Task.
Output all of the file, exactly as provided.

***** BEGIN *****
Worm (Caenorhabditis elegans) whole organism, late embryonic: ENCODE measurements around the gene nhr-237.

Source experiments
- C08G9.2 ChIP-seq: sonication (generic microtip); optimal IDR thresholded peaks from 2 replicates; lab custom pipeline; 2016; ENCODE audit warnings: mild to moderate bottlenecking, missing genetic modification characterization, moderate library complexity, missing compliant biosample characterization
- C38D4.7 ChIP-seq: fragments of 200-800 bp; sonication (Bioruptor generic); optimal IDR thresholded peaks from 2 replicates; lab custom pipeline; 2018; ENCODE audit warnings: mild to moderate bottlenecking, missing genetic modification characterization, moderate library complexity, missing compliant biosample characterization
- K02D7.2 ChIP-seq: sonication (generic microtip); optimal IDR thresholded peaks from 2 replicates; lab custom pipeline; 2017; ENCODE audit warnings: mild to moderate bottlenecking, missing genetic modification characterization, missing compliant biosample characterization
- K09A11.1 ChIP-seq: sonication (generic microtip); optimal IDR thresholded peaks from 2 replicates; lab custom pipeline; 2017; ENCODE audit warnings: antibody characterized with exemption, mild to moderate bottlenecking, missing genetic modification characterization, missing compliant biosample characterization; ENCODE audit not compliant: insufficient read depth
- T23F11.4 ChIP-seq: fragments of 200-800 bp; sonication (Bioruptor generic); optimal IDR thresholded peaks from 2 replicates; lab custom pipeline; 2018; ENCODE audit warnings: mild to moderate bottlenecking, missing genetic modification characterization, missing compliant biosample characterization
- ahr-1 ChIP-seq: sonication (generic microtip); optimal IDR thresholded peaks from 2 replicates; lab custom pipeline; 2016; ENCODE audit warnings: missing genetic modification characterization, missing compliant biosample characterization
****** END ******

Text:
Worm (Caenorhabditis elegans) whole organism, late embryonic: ENCODE measurements around the gene nhr-237.

Source experiments
- C08G9.2 ChIP-seq: sonication (generic microtip); optimal IDR thresholded peaks from 2 replicates; lab custom pipeline; 2016; ENCODE audit warnings: mild to moderate bottlenecking, missing genetic modification characterization, moderate library complexity, missing compliant biosample characterization
- C38D4.7 ChIP-seq: fragments of 200-800 bp; sonication (Bioruptor generic); optimal IDR thresholded peaks from 2 replicates; lab custom pipeline; 2018; ENCODE audit warnings: mild to moderate bottlenecking, missing genetic modification characterization, moderate library complexity, missing compliant biosample characterization
- K02D7.2 ChIP-seq: sonication (generic microtip); optimal IDR thresholded peaks from 2 replicates; lab custom pipeline; 2017; ENCODE audit warnings: mild to moderate bottlenecking, missing genetic modification characterization, missing compliant biosample characterization
- K09A11.1 ChIP-seq: sonication (generic microtip); optimal IDR thresholded peaks from 2 replicates; lab custom pipeline; 2017; ENCODE audit warnings: antibody characterized with exemption, mild to moderate bottlenecking, missing genetic modification characterization, missing compliant biosample characterization; ENCODE audit not compliant: insufficient read depth
- T23F11.4 ChIP-seq: fragments of 200-800 bp; sonication (Bioruptor generic); optimal IDR thresholded peaks from 2 replicates; lab custom pipeline; 2018; ENCODE audit warnings: mild to moderate bottlenecking, missing genetic modification characterization, missing compliant biosample characterization
- ahr-1 ChIP-seq: sonication (generic microtip); optimal IDR thresholded peaks from 2 replicates; lab custom pipeline; 2016; ENCODE audit warnings: missing genetic modification characterization, missing compliant biosample characterization